scientific thinking and reasoning. Students learn to engage in scientific thinking and reasoning by making
conjectures, presenting explanations, and constructing arguments, all of which require a shared
vocabulary to achieve more.
Mathematics is a language and a key tool used in STE. STE also provides an excellent context for
learning and applying mathematics. Students use mathematics in STE to represent physical variables,
describe relationships among variables, and make quantitative predictions. Computers and digital tools
“Language function” refers to the purpose for a particular use of language (e.g., recount, explain, argue). It is
what students do with language to accomplish content-specific tasks.
can enhance the power of mathematics by automating calculations, approximating solutions to problems
that cannot be calculated precisely, and analyzing large data sets to identify meaningful patterns. Students
use laboratory tools connected to computers for observing, measuring, recording, and processing data.
Students also engage in computational thinking, which involves strategies for organizing and searching
data, creating sequences of steps (algorithms), and using and developing new simulations of natural and
designed systems.
Modeling is a particular area where STE and mathematics have significant overlap. Students develop and
use models in their STE classes to describe the complex systems in our natural world, and then augment
these models using mathematics. The descriptions, predictions, and analyses that such mathematical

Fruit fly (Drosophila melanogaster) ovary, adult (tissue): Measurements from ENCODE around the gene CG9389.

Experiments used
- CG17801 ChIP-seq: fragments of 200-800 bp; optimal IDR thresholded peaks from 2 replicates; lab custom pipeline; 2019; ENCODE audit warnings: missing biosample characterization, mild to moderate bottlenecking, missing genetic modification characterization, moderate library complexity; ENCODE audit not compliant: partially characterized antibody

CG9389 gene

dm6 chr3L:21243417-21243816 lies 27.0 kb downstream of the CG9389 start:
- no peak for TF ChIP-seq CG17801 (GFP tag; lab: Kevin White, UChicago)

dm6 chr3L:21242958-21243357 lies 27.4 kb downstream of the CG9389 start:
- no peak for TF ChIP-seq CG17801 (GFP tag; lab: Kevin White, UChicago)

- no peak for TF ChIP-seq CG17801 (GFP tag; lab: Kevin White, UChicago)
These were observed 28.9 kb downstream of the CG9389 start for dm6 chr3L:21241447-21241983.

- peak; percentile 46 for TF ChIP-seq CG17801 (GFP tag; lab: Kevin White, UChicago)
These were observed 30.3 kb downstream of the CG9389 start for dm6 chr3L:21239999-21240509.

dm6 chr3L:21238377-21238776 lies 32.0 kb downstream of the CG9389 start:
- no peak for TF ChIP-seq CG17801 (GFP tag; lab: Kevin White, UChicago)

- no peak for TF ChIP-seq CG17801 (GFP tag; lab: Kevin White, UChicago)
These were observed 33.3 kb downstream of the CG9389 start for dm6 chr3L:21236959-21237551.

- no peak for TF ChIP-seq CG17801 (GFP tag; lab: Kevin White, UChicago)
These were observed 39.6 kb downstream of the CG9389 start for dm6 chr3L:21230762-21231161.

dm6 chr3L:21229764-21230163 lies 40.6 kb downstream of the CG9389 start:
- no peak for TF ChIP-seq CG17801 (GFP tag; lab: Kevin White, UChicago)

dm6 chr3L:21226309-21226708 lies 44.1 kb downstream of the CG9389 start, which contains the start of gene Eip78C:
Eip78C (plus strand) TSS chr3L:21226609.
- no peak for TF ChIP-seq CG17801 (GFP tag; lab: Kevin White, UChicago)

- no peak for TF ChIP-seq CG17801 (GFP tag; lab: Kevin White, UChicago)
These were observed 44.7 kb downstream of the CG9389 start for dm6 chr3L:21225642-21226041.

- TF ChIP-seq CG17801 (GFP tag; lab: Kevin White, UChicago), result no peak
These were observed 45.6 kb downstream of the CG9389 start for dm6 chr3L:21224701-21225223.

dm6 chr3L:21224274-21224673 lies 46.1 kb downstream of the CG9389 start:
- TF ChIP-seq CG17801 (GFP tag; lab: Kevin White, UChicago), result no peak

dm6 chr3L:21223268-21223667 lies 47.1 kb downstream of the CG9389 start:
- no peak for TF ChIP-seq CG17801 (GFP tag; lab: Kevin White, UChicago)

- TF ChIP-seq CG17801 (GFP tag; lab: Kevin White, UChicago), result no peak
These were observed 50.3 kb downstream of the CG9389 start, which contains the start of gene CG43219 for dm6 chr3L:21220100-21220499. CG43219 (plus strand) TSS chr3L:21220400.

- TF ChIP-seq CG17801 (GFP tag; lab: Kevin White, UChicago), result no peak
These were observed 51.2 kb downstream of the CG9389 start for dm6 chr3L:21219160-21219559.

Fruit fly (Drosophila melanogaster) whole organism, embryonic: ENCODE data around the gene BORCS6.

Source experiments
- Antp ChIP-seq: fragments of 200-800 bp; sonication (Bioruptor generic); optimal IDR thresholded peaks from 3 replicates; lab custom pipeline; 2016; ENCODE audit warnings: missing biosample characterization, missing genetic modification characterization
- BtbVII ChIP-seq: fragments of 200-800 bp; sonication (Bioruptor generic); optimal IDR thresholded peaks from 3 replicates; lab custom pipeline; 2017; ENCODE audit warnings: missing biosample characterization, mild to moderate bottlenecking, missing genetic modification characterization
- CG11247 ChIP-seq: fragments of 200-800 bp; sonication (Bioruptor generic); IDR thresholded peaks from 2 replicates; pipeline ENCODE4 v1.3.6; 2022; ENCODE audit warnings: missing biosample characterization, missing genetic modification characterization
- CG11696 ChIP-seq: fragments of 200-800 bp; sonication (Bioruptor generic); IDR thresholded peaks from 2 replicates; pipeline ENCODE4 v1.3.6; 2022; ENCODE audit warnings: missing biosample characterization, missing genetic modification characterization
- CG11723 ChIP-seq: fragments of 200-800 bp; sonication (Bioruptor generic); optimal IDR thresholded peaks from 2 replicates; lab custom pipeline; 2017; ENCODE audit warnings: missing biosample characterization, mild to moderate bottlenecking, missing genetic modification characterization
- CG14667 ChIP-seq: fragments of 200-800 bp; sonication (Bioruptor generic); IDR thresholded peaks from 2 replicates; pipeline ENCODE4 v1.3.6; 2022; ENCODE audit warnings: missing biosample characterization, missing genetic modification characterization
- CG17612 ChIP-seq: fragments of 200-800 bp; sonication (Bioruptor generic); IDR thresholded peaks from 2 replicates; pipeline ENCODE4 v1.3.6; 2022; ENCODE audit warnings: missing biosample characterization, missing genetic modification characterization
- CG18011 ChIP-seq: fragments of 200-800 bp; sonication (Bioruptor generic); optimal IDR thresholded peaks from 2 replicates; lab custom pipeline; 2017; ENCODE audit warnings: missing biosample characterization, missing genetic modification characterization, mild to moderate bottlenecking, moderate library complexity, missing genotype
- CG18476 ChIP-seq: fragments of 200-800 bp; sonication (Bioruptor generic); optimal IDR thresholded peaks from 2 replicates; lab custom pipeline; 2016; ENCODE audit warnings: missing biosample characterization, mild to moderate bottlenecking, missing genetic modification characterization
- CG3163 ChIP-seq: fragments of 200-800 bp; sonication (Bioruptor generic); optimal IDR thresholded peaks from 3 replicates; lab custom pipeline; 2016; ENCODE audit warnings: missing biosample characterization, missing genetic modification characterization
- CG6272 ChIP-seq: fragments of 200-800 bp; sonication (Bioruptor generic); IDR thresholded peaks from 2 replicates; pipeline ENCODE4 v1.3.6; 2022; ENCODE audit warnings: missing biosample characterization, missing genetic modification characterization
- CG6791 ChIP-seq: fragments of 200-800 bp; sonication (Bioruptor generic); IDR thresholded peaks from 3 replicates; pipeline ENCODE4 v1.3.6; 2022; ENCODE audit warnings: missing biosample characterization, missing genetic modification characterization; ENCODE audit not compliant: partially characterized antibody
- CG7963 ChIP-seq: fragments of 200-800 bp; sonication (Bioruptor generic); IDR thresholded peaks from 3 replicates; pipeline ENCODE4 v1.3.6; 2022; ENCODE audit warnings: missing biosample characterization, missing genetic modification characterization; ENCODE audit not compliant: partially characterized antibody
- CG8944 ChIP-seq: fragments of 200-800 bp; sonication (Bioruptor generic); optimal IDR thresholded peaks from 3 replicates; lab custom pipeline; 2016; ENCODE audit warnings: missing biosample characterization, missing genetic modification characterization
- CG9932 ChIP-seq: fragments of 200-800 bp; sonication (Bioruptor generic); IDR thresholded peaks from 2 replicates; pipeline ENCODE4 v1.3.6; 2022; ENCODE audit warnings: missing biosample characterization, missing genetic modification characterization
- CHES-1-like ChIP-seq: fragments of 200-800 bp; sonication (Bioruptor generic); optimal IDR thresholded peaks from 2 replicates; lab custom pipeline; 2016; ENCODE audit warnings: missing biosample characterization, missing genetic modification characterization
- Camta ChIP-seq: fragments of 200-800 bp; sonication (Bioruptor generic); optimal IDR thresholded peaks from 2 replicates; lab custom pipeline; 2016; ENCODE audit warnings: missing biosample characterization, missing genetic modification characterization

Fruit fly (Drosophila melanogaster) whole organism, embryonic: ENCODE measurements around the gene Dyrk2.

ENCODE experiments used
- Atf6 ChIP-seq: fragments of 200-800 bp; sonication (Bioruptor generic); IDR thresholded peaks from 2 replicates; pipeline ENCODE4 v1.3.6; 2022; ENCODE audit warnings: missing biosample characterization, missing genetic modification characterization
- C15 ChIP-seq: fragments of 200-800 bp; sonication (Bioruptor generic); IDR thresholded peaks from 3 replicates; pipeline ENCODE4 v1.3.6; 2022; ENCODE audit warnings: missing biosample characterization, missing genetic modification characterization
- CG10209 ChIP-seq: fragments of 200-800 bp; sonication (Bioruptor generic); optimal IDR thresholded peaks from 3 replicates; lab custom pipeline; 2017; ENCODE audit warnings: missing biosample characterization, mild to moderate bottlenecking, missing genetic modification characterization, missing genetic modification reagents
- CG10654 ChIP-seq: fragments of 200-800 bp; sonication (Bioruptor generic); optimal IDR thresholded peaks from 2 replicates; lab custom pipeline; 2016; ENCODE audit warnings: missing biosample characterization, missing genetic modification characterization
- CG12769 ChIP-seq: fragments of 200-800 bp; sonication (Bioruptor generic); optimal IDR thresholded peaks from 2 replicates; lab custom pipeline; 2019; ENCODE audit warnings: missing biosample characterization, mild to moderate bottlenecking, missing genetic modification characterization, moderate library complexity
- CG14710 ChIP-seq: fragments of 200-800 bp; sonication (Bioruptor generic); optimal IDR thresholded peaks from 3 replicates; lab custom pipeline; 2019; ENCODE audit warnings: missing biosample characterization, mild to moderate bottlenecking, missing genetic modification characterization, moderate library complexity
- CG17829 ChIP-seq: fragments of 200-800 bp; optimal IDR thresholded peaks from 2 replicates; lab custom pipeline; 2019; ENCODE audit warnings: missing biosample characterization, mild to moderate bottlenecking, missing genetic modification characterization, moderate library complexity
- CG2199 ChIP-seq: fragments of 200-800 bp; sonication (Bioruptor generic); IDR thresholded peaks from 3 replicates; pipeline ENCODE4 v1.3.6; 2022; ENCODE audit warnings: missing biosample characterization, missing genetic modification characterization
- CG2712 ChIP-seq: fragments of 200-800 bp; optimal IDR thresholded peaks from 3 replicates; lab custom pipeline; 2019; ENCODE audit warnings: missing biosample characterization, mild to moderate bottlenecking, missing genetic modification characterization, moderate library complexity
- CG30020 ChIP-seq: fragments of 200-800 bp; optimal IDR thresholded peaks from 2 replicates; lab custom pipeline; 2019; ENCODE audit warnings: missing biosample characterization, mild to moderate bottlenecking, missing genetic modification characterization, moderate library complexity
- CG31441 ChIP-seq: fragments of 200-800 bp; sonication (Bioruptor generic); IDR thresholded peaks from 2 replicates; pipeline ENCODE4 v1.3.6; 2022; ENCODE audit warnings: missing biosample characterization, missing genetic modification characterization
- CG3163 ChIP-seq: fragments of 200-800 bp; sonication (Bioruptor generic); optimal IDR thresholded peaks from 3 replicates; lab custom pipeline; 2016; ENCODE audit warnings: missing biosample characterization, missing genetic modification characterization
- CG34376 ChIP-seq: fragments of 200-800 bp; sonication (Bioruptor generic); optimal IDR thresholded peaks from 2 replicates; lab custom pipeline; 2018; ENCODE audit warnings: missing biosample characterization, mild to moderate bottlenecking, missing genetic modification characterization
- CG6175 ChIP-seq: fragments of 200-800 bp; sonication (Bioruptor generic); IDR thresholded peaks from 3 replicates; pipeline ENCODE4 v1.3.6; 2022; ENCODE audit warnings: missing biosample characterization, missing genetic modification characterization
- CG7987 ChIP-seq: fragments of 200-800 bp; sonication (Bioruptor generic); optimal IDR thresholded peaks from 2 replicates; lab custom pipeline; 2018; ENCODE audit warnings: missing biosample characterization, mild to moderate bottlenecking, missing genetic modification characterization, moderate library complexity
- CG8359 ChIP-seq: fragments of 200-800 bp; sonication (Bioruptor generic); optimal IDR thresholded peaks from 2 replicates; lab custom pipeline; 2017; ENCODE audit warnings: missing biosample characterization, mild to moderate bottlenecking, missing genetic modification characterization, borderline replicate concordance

models yield can be rich and dynamic and can include tables, graphs, equations, algorithms, words, and
computer simulations. Mathematics is a key tool for describing, predicting, and analyzing the world.
Students experience and navigate the world as an integrated whole. Language, literacy, mathematics,
science, technology, and engineering are seamlessly interwoven in our everyday lives. The purposeful
attention to relationships across content areas strengthens STE learning for all students. The Venn
diagram below shows some ways in which these relationships overlap in state standards:
Relationships of disciplinary practices across the Massachusetts Curriculum Frameworks
for English Language Arts and Literacy, Mathematics, and Science and
Technology/Engineering (based on work by Tina Cheuk;
The disciplinary practices overlap and connect in multiple ways; with effective instruction, they can
make learning relevant and meaningful for all students. Attention to the discipline-specific ways in
which language is used within and across each of these areas is essential, as language is the medium
through which learning occurs and knowledge is exchanged in all classrooms.
[This appendix draws from NGSS, Appendix D.]
Buehl, D. (2011). Developing Readers in the Academic Disciplines. Newark, DE: International Reading
Lee, O., Quinn, H., & Valdés, G. (2012). Language demands and opportunities in relation to Next
Generation Science Standards for English Language Learners: What teachers need to know.
Understanding language. Stanford University. Retrieved from
Michaels, S., & O’Connor, C., (2012) Talk science primer. TERC. Retrieved from
WIDA. (2013). Essential actions: A handbook for implementing WIDA’s framework for English language
development standards. Board of Regents of the University of Wisconsin System. Retrieved from